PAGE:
01 Jan 5 Options for Loan Originators When Borrowers Don’t Qualify
An NMLS loan originator provides huge value to the right borrowers. However, because every lender has its own qualification for borrowers, not every borrower can participate in a lending relationship. Unfortunately, situations like these happen all the time, and they end up providing very little benefit to either the lending institution or the borrower.
So, how can loan originators help when a borrower does not qualify? Originators may need to get creative to assist their potential borrowers.
1. Incorporate a Co-borrower or Guarantor
If a single individual does not qualify for a loan, consider adding a third party to assist with the loan. In many cases, a third party will bring additional assets or better credit to the table. Those attributes can sometimes get a borrower over the hump to make it through underwriting.
A co-borrower is someone who is equally responsible for the loan. A guarantor will step in to pay the loan if the original borrower defaults. Both of these can often be businesses or individuals. Either of these parties can add another layer of protection so that a loan can be approved.
2. Add More Collateral to the Transaction
Most mortgages include just one piece of real estate. However, if a borrower is having trouble qualifying with one piece of real estate, consider adding a mortgage to a second piece of property.
Adding real estate might not be an option for some types of loans (or borrowers), but for the right borrower, it can tip the scales in their favor. More collateral can make a huge difference when the loan is evaluated by a lender or in underwriting.
3. Provide the Borrower with Tips to Reduce Their Debt-to-Income Ratio
A borrower’s debt-to-income ratio is important for virtually any loan and any lender, with a few exceptions. If you can see that a potential borrower’s ratio might be high, consider providing some advice about how to strategically pay off the debt to qualify for the loan.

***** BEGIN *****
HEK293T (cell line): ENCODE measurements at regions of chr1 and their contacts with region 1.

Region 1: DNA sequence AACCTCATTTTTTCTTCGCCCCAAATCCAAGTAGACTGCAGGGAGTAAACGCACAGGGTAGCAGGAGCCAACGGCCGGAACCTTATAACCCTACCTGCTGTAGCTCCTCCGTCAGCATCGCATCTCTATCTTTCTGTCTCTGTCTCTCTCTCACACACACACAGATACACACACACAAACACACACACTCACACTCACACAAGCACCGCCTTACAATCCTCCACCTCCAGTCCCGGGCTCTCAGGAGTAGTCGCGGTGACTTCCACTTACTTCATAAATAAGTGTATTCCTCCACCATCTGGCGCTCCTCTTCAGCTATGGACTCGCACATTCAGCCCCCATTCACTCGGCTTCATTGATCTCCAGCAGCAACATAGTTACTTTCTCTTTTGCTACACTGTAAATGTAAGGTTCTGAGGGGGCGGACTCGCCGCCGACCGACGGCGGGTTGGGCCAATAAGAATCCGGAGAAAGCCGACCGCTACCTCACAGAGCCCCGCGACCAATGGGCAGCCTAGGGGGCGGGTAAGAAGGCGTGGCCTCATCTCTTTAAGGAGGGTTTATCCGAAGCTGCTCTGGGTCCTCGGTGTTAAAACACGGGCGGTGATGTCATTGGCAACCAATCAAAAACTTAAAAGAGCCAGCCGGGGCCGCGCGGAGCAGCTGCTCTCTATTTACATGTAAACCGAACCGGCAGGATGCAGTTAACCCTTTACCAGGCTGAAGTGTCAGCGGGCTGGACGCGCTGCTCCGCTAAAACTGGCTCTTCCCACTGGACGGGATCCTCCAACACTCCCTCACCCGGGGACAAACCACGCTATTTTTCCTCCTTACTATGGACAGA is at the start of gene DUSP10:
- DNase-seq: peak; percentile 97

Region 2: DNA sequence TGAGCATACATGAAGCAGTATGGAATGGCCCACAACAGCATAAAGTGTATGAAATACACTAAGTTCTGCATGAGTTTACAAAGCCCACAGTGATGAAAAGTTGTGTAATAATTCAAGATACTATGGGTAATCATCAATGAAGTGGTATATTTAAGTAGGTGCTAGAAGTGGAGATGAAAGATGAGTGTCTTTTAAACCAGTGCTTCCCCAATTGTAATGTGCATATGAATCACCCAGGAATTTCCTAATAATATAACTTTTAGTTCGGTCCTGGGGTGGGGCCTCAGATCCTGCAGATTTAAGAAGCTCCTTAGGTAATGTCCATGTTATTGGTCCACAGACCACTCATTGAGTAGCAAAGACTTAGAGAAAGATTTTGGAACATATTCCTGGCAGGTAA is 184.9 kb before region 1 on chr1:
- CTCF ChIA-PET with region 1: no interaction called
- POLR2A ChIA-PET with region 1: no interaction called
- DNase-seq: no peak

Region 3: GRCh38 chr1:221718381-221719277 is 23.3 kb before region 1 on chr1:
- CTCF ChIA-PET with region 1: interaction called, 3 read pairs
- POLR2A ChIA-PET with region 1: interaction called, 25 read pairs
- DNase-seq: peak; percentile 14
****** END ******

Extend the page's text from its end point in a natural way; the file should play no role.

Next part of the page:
Sometimes simply moving a few payments around (or refinancing smaller debts) can go a long way to help borrowers qualify for a new loan.
4. Review Credit Histories with the Borrower to Spot Errors
Sometimes, a borrower might not qualify for a loan because of poor credit. However, poor credit scores are not always the borrower’s fault. Errors and fraud can negatively impact a credit score. In fact, roughly 40% of Americans do not think their credit scores accurately reflect their financial responsibility.
In these situations, you can sometimes point borrowers to resources to help them address errors on their credit reports. Once those errors are corrected, the borrower may be able to come back and qualify for the loan.
5. Consider Other Lending Options
Not every borrower will qualify for traditional lending options. Instead, a loan originator might need to cast a wider net to help the borrower.
CCIG works with borrowers to help them create a lending arrangement that works for them, even when they have been turned away by other lenders. CCIG also provides loan originators with referral fees and supplemental income opportunities — so it is a win-win for everyone involved. Contact us today to learn more about our process.